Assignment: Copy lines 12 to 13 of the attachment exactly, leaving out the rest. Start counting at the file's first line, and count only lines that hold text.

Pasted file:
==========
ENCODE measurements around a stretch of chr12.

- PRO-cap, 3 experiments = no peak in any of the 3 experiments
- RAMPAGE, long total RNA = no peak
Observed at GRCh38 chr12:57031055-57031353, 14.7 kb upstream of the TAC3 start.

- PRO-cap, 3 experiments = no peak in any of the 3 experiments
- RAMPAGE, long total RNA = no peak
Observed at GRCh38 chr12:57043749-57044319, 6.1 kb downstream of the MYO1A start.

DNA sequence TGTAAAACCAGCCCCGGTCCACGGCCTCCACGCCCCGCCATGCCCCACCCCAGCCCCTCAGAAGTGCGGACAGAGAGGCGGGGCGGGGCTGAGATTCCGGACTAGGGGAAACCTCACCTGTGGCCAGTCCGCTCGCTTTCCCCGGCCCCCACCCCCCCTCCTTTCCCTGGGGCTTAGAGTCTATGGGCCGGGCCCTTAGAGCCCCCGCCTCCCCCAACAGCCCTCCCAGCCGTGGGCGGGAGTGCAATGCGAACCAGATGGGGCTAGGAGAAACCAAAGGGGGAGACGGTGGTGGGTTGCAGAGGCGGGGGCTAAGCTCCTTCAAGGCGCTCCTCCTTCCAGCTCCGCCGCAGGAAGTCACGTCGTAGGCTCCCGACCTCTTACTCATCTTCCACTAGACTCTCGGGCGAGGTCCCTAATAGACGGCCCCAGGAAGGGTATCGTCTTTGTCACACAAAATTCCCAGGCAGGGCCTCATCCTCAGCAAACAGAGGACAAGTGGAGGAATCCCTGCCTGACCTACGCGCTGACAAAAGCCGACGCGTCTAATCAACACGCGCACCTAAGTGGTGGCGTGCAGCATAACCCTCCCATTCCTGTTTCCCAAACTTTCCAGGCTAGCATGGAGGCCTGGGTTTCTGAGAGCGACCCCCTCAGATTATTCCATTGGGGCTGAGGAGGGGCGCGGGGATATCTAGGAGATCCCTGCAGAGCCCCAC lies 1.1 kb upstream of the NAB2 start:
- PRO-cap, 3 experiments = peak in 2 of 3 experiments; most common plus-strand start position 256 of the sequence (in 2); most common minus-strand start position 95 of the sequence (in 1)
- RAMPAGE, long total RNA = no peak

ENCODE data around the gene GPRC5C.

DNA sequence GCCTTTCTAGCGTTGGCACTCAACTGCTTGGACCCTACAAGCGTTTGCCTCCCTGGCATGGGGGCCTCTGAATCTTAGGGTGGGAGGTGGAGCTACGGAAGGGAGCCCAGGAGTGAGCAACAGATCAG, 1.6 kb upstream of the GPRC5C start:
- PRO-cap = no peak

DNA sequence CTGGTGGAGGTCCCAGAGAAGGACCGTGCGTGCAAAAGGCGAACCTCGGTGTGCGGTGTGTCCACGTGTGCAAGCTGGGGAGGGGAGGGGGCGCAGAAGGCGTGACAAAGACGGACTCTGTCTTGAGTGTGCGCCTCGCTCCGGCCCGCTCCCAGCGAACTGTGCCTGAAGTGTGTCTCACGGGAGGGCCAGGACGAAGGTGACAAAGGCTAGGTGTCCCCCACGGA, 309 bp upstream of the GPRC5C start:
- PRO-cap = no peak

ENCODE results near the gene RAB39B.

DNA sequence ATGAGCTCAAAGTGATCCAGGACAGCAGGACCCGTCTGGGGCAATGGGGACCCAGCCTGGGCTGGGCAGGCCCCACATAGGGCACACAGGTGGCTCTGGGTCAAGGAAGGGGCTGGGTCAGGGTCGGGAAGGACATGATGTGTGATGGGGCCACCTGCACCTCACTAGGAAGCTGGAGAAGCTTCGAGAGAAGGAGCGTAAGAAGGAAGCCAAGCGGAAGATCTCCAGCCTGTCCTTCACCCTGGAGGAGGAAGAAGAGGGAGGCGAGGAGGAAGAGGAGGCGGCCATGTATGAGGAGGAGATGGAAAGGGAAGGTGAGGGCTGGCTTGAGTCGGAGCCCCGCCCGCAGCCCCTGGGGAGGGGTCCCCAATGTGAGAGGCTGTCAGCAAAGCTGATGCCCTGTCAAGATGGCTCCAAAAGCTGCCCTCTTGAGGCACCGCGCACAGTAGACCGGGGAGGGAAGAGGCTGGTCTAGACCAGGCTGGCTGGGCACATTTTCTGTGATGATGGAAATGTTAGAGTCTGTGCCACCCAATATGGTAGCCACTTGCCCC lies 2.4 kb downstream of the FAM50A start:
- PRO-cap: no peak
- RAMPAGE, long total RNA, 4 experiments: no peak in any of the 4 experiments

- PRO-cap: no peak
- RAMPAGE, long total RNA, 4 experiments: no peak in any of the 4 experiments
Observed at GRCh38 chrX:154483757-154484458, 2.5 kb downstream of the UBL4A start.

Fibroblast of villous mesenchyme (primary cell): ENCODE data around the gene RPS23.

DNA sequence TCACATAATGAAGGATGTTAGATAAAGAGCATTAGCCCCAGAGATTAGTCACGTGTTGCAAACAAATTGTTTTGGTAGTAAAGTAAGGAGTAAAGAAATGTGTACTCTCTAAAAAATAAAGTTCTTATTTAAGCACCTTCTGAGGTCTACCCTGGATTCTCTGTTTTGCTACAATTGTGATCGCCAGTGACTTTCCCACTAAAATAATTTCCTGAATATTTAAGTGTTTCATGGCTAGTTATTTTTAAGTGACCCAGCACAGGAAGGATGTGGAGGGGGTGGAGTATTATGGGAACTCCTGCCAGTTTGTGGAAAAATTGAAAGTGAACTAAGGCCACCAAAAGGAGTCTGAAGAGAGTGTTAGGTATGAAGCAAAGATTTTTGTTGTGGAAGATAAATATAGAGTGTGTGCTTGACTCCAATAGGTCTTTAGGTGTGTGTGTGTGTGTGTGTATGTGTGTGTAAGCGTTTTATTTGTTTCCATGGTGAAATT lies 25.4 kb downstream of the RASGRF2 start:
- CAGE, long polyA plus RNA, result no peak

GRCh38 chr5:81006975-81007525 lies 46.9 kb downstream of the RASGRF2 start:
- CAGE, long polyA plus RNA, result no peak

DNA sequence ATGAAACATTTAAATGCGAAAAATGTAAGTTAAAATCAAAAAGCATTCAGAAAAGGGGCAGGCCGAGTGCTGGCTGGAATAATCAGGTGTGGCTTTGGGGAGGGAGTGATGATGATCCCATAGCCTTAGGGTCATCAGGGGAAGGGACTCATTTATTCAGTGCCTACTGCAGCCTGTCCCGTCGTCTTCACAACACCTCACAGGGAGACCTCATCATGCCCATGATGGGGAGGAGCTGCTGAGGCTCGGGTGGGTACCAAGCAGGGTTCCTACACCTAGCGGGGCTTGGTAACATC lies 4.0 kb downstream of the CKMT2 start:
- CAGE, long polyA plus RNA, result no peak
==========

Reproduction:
DNA sequence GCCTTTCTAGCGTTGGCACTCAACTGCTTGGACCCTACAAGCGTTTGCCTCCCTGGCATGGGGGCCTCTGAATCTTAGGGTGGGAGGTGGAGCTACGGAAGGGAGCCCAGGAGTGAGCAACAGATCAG, 1.6 kb upstream of the GPRC5C start:
- PRO-cap = no peak